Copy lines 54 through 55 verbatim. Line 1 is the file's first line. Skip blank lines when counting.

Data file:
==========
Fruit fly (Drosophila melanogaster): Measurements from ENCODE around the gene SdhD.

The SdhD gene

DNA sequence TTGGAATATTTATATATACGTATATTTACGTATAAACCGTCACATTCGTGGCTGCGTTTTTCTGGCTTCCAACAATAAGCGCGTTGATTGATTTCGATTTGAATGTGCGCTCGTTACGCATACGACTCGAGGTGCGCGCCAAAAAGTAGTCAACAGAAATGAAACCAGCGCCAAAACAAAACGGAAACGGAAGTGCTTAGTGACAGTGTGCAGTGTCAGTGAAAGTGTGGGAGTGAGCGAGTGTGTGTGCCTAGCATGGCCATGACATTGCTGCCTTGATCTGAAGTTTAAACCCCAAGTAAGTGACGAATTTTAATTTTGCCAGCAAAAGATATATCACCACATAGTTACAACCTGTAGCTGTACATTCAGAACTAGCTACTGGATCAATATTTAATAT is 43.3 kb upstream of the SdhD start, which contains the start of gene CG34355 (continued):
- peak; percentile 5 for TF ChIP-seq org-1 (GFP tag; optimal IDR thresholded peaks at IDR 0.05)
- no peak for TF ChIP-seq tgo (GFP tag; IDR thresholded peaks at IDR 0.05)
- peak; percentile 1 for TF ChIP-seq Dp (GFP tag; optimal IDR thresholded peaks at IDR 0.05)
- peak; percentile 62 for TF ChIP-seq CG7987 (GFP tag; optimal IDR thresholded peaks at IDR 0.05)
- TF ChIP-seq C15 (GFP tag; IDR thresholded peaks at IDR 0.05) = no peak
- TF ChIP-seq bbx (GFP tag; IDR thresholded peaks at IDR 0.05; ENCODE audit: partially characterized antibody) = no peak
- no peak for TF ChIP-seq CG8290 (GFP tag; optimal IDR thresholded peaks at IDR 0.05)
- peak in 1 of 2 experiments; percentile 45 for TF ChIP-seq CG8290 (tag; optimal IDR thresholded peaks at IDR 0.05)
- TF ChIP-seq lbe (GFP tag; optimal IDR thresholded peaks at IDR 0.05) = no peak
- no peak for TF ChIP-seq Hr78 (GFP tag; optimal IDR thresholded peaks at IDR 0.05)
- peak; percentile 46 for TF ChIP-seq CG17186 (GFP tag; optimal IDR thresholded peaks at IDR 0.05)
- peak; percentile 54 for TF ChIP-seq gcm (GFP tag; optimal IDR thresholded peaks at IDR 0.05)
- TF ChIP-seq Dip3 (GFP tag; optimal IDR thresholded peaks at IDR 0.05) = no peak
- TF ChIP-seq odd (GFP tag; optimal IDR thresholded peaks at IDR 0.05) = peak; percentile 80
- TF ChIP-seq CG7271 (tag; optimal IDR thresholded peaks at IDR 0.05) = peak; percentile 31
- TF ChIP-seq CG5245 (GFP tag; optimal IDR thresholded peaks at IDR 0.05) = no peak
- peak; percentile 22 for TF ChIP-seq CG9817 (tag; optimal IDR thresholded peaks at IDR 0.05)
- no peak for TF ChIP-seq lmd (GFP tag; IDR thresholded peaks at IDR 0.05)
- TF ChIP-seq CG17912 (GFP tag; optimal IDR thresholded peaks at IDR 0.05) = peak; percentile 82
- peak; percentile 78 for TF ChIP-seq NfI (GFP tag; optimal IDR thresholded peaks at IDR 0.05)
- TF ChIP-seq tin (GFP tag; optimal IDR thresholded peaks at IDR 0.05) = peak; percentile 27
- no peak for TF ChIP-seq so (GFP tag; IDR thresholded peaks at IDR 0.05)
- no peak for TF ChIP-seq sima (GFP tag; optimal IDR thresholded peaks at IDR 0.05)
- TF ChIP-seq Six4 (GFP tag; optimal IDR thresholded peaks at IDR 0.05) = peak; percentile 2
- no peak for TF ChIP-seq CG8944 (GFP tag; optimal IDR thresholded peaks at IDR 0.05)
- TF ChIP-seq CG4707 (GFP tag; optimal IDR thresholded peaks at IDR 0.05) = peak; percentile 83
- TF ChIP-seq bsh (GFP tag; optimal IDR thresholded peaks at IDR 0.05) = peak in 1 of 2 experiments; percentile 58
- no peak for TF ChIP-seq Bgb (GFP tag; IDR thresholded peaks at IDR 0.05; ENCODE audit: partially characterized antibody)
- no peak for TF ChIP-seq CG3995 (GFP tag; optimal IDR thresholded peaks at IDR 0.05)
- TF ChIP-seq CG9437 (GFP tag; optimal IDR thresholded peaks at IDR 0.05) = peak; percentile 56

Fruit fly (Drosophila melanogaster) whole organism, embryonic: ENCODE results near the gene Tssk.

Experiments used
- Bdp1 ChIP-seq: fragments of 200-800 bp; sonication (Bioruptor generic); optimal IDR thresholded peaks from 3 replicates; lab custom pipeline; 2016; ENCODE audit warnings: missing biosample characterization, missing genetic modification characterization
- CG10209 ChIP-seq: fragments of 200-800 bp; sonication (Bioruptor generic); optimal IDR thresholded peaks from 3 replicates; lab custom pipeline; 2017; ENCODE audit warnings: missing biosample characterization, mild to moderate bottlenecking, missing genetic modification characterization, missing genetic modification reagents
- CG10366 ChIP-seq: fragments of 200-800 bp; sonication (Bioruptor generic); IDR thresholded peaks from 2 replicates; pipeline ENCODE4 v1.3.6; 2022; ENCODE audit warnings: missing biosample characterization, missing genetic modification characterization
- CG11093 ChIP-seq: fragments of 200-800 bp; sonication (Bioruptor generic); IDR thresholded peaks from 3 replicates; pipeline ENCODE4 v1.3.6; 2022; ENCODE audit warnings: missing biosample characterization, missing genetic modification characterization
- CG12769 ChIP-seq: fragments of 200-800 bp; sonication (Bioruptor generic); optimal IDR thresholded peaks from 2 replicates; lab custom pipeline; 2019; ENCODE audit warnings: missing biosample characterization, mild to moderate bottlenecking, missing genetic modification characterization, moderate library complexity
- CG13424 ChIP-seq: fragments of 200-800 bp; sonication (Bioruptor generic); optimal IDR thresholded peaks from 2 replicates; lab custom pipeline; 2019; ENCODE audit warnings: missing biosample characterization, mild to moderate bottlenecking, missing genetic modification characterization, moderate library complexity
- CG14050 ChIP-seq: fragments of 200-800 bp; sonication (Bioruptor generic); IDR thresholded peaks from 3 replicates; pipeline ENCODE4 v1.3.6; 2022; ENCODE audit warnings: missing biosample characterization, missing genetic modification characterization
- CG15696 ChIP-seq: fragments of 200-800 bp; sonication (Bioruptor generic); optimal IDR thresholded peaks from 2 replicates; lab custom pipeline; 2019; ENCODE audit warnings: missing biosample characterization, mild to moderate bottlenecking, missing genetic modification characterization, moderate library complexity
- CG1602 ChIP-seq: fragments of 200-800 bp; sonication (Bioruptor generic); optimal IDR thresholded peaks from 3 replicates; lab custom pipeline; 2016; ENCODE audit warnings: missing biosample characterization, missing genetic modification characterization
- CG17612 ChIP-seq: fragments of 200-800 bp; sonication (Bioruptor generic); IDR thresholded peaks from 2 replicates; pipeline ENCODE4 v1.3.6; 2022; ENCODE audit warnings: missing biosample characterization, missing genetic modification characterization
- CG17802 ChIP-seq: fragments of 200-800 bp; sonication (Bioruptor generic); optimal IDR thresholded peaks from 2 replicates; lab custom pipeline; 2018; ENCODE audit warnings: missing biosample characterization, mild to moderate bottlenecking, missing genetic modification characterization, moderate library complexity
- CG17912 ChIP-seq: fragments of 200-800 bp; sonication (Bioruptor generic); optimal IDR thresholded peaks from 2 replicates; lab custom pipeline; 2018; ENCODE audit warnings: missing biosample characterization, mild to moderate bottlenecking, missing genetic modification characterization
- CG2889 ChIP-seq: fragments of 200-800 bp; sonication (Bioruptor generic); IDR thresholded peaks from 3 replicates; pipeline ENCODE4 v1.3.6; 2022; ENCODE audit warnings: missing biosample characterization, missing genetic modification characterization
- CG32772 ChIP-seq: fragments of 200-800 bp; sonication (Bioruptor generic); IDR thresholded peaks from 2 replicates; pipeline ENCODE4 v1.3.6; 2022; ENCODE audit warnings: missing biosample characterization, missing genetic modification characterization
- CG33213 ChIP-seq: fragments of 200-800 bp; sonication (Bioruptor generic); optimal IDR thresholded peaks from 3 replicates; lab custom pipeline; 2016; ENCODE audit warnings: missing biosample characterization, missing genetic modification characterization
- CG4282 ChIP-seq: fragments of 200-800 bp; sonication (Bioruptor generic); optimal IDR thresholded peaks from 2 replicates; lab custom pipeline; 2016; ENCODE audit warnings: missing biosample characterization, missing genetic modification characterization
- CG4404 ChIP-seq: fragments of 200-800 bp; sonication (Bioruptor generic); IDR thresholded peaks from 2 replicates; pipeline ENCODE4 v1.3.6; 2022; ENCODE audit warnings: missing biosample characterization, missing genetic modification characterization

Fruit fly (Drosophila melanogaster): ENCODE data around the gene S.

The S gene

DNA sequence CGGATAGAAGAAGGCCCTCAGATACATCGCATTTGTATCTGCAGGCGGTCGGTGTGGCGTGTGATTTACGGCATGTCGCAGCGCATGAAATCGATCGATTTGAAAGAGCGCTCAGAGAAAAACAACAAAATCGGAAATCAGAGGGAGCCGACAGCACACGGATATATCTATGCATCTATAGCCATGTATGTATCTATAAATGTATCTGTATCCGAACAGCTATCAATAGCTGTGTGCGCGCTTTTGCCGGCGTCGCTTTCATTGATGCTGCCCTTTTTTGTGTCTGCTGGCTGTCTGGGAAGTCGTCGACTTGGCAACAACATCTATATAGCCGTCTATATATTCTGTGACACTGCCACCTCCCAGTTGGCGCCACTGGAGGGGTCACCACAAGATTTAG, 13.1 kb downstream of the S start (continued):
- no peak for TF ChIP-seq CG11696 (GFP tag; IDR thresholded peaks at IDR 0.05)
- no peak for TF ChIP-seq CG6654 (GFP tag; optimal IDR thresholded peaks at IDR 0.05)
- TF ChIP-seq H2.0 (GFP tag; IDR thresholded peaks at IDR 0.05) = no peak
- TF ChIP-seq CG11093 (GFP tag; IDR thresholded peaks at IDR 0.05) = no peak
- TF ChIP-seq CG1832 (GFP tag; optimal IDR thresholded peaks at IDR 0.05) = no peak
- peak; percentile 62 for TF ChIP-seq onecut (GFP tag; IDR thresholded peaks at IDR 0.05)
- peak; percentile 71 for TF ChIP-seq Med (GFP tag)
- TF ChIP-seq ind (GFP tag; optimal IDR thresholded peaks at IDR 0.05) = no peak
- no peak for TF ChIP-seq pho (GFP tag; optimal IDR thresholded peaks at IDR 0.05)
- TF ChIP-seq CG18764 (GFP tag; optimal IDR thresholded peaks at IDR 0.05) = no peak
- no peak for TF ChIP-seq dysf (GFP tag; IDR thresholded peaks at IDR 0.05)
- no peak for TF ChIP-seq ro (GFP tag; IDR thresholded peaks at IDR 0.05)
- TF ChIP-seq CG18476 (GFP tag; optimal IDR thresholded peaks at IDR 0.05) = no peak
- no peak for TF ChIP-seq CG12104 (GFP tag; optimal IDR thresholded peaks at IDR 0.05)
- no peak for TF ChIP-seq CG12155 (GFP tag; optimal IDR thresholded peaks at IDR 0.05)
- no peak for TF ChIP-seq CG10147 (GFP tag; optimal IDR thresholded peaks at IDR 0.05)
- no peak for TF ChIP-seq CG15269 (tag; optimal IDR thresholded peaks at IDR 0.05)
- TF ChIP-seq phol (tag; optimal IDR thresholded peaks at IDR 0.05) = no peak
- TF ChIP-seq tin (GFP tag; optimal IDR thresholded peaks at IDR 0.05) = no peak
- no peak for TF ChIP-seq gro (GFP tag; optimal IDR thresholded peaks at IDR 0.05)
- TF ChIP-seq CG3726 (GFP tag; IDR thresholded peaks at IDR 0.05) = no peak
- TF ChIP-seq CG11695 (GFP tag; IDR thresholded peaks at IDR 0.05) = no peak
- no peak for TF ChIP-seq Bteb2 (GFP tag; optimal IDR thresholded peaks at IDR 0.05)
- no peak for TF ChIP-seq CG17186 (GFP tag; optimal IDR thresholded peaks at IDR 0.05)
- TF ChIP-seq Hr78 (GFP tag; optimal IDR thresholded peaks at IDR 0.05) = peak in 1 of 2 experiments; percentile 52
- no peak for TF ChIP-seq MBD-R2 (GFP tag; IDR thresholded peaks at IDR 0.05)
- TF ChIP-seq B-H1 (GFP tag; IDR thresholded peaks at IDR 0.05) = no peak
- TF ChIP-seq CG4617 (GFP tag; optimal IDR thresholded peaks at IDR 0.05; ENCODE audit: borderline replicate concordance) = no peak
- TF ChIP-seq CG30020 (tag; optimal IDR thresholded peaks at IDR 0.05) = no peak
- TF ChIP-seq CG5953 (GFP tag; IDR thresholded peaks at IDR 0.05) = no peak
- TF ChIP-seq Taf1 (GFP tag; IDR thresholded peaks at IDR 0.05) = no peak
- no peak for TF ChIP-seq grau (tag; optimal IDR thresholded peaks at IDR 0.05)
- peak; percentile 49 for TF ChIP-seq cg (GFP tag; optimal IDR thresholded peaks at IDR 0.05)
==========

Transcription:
The S gene

DNA sequence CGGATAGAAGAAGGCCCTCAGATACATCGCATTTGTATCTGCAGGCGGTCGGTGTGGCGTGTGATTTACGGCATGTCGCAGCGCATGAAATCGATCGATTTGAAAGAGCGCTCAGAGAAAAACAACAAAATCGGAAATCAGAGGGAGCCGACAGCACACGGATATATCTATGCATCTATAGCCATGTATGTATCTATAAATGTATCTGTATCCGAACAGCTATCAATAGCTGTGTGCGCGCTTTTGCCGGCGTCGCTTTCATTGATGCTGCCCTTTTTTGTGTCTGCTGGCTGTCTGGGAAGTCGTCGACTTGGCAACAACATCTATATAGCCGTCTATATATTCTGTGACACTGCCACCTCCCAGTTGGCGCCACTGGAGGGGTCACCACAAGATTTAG, 13.1 kb downstream of the S start (continued):